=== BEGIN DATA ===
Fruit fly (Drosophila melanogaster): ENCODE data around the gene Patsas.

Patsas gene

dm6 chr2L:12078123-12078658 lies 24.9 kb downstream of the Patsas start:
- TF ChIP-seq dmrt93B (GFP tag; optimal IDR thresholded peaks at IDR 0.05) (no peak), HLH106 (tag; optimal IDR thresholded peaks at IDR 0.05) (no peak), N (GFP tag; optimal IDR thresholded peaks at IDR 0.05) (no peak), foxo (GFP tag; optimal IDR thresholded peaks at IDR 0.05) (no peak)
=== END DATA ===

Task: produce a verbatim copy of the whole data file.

Fruit fly (Drosophila melanogaster): ENCODE data around the gene Patsas.

Patsas gene

dm6 chr2L:12078123-12078658 lies 24.9 kb downstream of the Patsas start:
- TF ChIP-seq dmrt93B (GFP tag; optimal IDR thresholded peaks at IDR 0.05) (no peak), HLH106 (tag; optimal IDR thresholded peaks at IDR 0.05) (no peak), N (GFP tag; optimal IDR thresholded peaks at IDR 0.05) (no peak), foxo (GFP tag; optimal IDR thresholded peaks at IDR 0.05) (no peak)